I was born in 1945. Came from Mexico 150 miles from the border. Brought over as an infant with my mom. Landed in Tulare County in California; moved to Fresno. I was out in the field when I was 8 or 9. Back breaking work sun up to sun down. You eat as you go. No shade, no restrooms, no water jugs, water and food you carried with you.
Frank R., migrant worker
Think of “Blue Willow,” the new original play by Pamela Sterling making its world premiere at Fresno State, as the central San Joaquin Valley’s “Grapes of Wrath.”
So says theater professor J. Daniel Herring, who is directing the innovative show. Here’s a rundown:
The source material: “Blue Willow” is a young-adult book written by Doris Gates, a longtime Fresno librarian, and published in 1940. The book is the story of a migrant girl who longs for a permanent home. It was a Newbery honor book in 1941. The Fresno State play is inspired by the book, Herring says, but is different enough not to be considered an adaptation.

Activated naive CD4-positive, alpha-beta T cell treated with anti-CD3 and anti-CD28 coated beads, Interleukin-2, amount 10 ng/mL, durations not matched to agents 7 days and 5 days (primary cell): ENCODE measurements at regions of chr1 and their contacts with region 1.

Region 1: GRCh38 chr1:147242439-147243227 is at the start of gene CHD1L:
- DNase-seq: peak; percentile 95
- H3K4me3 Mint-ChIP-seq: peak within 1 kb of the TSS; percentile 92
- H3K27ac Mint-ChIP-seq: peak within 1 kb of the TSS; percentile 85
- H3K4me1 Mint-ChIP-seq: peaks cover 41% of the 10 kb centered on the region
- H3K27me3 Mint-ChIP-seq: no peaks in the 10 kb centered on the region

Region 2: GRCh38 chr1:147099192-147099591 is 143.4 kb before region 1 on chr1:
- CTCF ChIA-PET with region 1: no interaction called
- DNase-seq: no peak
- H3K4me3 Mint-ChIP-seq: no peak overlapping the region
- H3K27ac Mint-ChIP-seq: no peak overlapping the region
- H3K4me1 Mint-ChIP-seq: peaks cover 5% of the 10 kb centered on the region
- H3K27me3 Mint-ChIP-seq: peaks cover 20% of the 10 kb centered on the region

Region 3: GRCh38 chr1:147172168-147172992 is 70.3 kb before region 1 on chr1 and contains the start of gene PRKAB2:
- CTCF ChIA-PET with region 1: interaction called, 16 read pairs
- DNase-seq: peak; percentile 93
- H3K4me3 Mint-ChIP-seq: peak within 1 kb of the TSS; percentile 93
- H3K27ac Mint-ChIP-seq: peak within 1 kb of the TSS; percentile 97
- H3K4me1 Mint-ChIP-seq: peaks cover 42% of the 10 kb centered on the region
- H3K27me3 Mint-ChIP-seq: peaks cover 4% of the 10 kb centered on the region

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The storyline: One of the innovative aspects of Sterling’s script is the way she structured the play, Herring says. There’s a traditional linear narrative that follows two migrant farmworker families – one Latino, one white – starting in the 1930s as they make their lives in the Valley. That storyline is fictional.
The families: The paths of the Larkin and Romero families cross because of daughters Janey (Chlorissa Prothro) and Lupe (Karina Rodriguez). They persevere through poverty and hard work in the fields during the Great Depression.
Historical vignettes: Interspersed with the narrative, vignettes from migrant farmworkers are sprinkled throughout. These accounts range from the Depression to the Great Recession. In some cases they’re based on Sterling’s research and in others on recent oral histories. These mini-biographical moments add texture and context to the overall narrative.
The production: Fresno State hopes to break new ground in its use of video projection in the show. The use of monologue and song adds other creative dimensions.
The significance: “To bring a world premiere to the campus of Fresno State that is representative of the diversity of our university, and gives our students, and community, the chance to connect with characters that reflect their own narratives is a tremendous honor,” Herring said.
- 7:30 p.m. Friday and Saturday; 2 p.m. Sunday; 7:30 p.m. May 12-14
- John Wright Theatre, Fresno State
- www.fresnostate.edu/artshum/theatrearts, 559-278-2216
- $17, $10 students